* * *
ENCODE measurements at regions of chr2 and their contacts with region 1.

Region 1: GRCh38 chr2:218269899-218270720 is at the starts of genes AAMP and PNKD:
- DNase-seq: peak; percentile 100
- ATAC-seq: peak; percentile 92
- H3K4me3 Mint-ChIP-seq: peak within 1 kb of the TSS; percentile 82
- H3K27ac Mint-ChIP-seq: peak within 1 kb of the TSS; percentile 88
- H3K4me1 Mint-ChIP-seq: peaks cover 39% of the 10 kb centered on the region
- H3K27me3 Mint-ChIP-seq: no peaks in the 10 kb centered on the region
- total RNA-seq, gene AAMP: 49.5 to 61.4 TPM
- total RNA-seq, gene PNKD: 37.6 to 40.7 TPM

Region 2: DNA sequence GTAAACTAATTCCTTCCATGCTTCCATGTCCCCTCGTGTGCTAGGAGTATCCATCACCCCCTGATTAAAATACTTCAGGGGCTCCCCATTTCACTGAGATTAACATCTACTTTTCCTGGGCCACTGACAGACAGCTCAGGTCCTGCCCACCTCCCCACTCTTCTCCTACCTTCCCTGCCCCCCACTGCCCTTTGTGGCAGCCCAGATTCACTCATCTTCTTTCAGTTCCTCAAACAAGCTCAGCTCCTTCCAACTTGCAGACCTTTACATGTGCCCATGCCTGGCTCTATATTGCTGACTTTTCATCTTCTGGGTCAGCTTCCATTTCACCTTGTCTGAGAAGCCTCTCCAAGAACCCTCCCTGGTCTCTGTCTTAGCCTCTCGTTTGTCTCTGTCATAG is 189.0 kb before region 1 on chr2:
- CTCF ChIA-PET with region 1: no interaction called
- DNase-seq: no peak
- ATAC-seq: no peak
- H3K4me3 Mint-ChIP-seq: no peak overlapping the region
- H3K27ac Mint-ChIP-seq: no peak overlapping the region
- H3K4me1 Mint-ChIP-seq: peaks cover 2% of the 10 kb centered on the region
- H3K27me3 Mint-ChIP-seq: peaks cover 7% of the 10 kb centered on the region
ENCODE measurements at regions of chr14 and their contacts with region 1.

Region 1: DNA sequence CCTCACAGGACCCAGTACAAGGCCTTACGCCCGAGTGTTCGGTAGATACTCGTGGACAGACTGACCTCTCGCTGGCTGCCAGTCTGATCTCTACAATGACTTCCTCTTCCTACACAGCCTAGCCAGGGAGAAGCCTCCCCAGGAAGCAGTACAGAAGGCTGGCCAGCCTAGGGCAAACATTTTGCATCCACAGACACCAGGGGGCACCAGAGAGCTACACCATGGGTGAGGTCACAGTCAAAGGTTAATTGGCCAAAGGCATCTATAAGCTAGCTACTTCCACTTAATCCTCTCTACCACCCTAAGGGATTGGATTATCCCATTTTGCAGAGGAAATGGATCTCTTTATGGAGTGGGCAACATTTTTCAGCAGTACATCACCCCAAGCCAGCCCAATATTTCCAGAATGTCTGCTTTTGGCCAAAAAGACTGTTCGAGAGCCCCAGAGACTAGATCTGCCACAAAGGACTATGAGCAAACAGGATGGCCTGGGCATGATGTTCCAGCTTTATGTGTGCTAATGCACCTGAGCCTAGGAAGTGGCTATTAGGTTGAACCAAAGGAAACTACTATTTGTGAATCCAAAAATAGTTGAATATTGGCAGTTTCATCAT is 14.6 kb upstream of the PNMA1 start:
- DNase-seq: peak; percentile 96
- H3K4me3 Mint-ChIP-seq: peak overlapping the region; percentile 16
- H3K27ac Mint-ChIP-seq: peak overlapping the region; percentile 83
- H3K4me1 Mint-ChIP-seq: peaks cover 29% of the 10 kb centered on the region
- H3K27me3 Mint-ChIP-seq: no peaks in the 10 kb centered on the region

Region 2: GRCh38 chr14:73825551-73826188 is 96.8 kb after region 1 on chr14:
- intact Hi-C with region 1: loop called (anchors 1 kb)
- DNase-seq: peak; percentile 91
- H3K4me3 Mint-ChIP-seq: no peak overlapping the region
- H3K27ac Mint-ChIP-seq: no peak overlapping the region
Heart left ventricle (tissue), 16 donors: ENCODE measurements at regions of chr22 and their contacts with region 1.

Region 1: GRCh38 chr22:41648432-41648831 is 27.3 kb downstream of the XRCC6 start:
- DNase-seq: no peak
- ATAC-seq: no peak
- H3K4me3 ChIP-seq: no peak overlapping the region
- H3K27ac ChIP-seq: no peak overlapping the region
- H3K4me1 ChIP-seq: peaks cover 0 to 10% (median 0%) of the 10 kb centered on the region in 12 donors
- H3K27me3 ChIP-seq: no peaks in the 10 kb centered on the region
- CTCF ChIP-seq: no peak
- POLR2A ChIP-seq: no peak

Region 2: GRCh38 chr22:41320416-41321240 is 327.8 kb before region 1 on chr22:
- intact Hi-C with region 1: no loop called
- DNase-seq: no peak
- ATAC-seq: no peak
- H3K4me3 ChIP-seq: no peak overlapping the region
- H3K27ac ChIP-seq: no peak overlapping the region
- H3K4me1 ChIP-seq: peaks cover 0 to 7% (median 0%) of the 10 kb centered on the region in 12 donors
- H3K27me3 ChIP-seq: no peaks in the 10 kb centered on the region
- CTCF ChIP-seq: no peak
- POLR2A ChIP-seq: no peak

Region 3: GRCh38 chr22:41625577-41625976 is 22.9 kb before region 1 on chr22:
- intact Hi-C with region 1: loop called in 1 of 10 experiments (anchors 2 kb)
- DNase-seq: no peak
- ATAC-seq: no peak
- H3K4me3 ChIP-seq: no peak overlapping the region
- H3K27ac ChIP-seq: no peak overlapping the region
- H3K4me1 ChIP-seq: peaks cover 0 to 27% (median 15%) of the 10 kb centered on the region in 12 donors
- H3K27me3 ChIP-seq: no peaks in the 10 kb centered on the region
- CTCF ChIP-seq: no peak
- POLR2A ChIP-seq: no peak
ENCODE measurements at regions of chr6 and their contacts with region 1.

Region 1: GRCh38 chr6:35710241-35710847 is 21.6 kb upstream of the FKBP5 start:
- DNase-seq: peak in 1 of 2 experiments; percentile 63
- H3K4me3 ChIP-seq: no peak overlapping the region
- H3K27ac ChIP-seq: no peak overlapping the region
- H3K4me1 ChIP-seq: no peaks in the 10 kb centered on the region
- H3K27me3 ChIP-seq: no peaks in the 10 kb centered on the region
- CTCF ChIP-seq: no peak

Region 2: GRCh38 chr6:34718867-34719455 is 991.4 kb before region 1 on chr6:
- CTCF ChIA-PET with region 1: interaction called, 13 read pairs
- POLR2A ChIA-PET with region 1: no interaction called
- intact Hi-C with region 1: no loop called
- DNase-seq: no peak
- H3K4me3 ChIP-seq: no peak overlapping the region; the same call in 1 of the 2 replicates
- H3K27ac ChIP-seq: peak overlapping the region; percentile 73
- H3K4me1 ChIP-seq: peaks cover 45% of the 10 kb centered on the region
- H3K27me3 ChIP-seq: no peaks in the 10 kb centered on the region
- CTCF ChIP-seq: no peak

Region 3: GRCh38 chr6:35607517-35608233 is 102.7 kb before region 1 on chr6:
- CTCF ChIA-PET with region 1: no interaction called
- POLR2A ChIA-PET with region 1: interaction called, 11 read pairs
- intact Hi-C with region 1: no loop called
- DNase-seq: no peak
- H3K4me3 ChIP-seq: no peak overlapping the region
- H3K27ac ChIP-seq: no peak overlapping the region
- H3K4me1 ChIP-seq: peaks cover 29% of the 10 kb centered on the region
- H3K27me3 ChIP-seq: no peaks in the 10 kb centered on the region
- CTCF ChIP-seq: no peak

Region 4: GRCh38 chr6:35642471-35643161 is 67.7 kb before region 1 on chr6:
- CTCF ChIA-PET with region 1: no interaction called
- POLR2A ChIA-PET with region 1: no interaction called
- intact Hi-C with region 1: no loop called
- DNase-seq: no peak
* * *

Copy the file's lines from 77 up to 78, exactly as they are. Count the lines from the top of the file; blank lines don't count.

- H3K27me3 ChIP-seq: no peaks in the 10 kb centered on the region
- CTCF ChIP-seq: no peak